Clarification: A previous version of this story did not include comment from CESAR, who reached out to the Eyeopener after we did not reach them prior to publication. The article has been updated to reflect their stance on the Equity Service Centres and the RSU.
By Nicole Schmidt and Keith Capstick
This summer, some of the Ryerson Students’ Union (RSU) equity service centres will be left unstaffed and empty.
The RSU recently decided that both the Racialised Students’ Collective and RyeAccess won’t remain open through the summer months. Staff members from both centres are troubled by the move and say the need for these services doesn’t end with the academic year.
“Marginalized students don’t disappear in the summer. We don’t just stop going to school, we don’t just stop existing in these spaces and there’s still things we need support on,” said Sydney Drmay, a part-time staff member at RyeAccess. “To not have spaces for people in the summer just implies that in the summer they don’t matter.”
Last summer, all six centres remained open. Natasha Campagna, the RSU general manager, said 2015 was the first year the RSU was able to hire a full equity staff for the summer because of additional funding from the Continuing Education Students’ Association of Ryerson (CESAR), which was not provided this year.
The equity service centres are co-funded by CESAR and the RSU. Denise Hammond, president of CESAR, said in an emailed statement that she was not aware of the summer closures.
“It is entirely disappointing that the RSU would allege CESAR is withholding funding and is at fault for the closure. Last year CESAR renegotiated a contract that increased funding for joint services, that contract remains in place, despite the RSU not adhering to its basic terms,” Hammond said.
Hammond said that CESAR was not asked if they could contribute more funding to the equity centres for the summer.
In April 2015, the two unions signed a contract binding them together in the staffing of the equity service centres. According to a financial statement provided by CESAR, the full amount for the fiscal year (May 2015 to April) outlined in the contract was paid to the RSU in June 2015.
A disconnect in communication created several conflicts between the unions, including a delay in providing opt-out cheques.
This disconnect escalated after controversy regarding the RSU’s restructuring process, when former executive directors of communications and outreach Gilary Massa and Dina Skvirsky were laid off. CESAR announced that their board of directors had passed a motion boycotting the RSU-run CopyRite print service centre.
“CESAR is not financially contributing to this irresponsible and anti-union student executive,” read a CESAR statement from the announcement.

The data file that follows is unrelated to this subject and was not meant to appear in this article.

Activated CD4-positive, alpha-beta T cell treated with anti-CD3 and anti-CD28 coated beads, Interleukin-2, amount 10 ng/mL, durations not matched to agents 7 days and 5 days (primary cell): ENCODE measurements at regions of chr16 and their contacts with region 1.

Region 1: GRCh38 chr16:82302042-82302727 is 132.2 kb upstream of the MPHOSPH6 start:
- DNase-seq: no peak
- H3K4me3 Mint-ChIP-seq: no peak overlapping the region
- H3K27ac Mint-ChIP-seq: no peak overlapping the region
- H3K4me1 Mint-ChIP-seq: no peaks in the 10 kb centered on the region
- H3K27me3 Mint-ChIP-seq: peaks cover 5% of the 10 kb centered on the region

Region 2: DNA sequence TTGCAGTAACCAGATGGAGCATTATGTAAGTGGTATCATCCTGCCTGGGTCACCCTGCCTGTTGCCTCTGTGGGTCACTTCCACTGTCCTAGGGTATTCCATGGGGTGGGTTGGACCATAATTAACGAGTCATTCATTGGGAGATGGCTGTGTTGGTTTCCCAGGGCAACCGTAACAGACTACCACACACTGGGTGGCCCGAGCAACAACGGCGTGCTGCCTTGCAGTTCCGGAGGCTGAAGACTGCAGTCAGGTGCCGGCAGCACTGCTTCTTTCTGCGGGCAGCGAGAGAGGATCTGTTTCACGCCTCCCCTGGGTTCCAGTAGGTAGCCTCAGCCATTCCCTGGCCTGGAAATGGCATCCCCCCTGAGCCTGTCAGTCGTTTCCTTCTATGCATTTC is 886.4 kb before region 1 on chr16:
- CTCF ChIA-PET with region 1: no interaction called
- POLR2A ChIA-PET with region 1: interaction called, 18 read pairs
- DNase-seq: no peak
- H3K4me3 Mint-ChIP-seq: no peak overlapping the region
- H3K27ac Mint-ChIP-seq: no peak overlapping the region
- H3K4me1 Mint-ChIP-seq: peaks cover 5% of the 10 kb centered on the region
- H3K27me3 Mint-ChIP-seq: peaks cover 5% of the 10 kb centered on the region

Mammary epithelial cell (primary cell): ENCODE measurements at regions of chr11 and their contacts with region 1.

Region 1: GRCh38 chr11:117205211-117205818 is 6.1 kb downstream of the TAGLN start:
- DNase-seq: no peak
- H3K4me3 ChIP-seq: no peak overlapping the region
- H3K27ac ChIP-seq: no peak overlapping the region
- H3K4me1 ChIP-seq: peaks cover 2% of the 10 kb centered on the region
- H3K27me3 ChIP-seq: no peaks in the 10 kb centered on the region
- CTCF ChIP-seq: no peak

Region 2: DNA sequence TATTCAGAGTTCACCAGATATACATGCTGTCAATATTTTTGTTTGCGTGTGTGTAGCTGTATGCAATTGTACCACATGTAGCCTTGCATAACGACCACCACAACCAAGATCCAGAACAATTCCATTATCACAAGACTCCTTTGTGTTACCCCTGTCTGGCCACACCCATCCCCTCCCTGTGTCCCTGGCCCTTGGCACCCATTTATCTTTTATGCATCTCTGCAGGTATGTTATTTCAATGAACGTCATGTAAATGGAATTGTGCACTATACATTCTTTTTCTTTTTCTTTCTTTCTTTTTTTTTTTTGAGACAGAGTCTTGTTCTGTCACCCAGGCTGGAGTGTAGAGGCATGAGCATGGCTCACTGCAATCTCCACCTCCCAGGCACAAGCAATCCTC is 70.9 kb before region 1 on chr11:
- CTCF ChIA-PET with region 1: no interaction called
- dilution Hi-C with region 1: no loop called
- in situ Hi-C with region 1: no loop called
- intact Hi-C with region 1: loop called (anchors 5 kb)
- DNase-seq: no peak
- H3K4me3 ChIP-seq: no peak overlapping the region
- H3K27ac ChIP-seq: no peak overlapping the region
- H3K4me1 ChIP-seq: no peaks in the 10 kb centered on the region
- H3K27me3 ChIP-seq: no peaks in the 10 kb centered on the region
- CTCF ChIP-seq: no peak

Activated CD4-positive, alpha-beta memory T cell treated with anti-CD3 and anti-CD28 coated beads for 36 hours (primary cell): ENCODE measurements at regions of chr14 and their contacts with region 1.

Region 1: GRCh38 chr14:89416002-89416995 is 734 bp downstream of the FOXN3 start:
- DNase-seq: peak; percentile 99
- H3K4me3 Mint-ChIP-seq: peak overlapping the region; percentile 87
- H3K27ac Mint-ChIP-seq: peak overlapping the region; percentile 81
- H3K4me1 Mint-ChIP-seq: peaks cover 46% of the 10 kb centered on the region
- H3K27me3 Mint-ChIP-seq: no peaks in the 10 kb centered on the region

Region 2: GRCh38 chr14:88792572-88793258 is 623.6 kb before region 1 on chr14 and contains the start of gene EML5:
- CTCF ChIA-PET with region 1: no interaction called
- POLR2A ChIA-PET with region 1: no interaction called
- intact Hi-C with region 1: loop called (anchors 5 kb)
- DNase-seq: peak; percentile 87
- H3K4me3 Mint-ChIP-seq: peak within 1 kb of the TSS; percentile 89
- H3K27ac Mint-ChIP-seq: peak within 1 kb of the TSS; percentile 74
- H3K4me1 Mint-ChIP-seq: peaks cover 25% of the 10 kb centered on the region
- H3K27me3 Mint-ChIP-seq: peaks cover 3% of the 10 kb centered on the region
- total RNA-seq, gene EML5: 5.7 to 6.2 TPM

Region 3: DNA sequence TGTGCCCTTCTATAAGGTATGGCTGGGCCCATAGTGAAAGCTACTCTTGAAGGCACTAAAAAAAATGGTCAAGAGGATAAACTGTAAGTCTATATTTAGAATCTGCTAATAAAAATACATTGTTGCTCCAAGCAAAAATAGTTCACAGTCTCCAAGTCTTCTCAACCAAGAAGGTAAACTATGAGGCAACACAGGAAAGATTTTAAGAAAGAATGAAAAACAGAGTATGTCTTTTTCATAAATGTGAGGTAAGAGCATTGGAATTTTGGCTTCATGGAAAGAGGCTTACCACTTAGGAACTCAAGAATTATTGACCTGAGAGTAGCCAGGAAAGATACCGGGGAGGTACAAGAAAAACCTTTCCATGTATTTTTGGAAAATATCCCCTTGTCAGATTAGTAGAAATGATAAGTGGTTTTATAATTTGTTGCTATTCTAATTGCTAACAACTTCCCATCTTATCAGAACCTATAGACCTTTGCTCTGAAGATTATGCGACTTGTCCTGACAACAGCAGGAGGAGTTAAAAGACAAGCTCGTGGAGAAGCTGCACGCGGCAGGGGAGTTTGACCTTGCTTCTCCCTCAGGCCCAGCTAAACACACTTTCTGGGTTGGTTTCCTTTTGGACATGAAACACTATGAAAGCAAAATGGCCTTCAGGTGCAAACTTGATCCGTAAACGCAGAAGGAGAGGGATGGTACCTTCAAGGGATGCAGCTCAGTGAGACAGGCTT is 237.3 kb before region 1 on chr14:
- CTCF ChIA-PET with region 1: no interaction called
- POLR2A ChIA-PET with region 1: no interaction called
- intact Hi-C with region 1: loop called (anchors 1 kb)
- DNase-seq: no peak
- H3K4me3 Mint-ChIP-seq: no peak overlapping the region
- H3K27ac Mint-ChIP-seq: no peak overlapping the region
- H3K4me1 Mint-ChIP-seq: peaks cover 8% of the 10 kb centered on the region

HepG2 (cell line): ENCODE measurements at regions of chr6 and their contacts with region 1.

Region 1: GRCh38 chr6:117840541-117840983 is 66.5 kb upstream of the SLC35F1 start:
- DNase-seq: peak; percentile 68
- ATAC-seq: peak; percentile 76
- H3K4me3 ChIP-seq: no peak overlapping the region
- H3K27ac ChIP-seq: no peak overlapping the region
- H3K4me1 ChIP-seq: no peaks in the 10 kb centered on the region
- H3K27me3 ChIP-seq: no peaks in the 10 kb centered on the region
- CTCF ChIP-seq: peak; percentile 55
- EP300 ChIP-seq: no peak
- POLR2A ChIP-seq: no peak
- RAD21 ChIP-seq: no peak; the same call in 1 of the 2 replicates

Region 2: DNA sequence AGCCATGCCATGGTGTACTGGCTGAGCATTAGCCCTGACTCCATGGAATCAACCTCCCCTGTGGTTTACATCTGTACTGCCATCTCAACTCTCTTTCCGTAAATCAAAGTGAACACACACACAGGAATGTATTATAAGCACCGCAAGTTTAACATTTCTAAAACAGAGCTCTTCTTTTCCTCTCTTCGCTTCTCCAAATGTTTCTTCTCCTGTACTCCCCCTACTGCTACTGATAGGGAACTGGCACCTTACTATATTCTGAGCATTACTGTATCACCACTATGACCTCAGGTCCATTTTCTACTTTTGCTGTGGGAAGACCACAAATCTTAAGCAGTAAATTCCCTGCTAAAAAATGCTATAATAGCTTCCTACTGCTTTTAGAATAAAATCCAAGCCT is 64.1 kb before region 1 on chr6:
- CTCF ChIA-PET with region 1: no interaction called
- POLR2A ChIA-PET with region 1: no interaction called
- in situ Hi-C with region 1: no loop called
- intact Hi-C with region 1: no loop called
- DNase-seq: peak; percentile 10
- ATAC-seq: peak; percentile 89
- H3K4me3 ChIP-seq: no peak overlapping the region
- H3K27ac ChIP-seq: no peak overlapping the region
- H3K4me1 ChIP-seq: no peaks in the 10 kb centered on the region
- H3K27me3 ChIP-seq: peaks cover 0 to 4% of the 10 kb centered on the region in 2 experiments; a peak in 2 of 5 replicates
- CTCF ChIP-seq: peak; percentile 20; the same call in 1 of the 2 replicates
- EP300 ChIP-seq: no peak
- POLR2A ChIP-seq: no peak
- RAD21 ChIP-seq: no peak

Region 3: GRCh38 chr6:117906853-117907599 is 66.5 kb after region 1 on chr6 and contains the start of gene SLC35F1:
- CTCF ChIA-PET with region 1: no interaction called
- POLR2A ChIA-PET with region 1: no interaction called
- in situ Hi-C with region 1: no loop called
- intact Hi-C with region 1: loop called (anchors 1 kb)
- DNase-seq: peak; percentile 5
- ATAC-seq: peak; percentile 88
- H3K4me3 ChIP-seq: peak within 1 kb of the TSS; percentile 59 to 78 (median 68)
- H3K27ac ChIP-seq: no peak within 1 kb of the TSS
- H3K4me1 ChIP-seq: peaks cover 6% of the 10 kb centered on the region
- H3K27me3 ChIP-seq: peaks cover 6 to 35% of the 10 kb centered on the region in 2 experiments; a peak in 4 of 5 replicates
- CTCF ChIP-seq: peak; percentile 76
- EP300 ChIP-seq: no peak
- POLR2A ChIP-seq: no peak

Hammond said that although the motion to boycott CopyRite was passed in an effort to reduce RSU profits, CESAR is still fully committed funding joint services of the two students’ unions, including the Equity Service Centres.
“Despite our political differences with the RSU … CESAR has and will continue to support the Equity Service Centres operations financially and otherwise,” she said.
Funding discrepancies and issues related to workplace privacy and student relations have also posed challenges within the equity centres over the past year.
“If [a student] came to anyone on the staff or on the board with a problem or an issue that their needs are not being met because of a centre not being open, we would do whatever we can to ensure we are helping that student,” Campagna said. “Just because the centre isn’t open doesn’t mean that we’re going to deny service and say we can’t help.”
RSU vice president equity Rabia Idrees added that programs running during the summer tend to have lower turnout, which can contribute to budget issues during the school year.
But Drmay said the number of students visiting the equity centres last summer was steady. They added that some centres were able to break ground on programming that is difficult to start up during the school year, like Green Minds — a new initiative aimed to engage students with nature to promote good mental health and well-being.
In February, each centre was asked to create a proposal outlining plans for the summer, to be submitted for evaluation by March 14.
After submitting their application, Drmay said they were hopeful for RyeAccess’ summer programming to continue this year, but have since become less optimistic.
“I had my proposal in at the beginning of March outlining all the things that RyeAccess does in the summer and things we could continue doing,” Drmay said. “As far as I know it got accepted and looked at but I guess it wasn’t convincing enough.”
The Trans Collective was also planned to close for the summer, but pushback from the collective and its members resulted in an additional hire. Evan Roy, a coordinator at the Trans Collective, said they’re not going to take “one victory as a victory for all.” Not hiring coordinators for every centre, they added, is a “huge oversight.”
Campagna said that during the summer, a lot of students aren’t RSU full-time students. “We wouldn’t be catering to our membership directly by having the centres open,” she said. Idrees said the university also provides equity services that help students.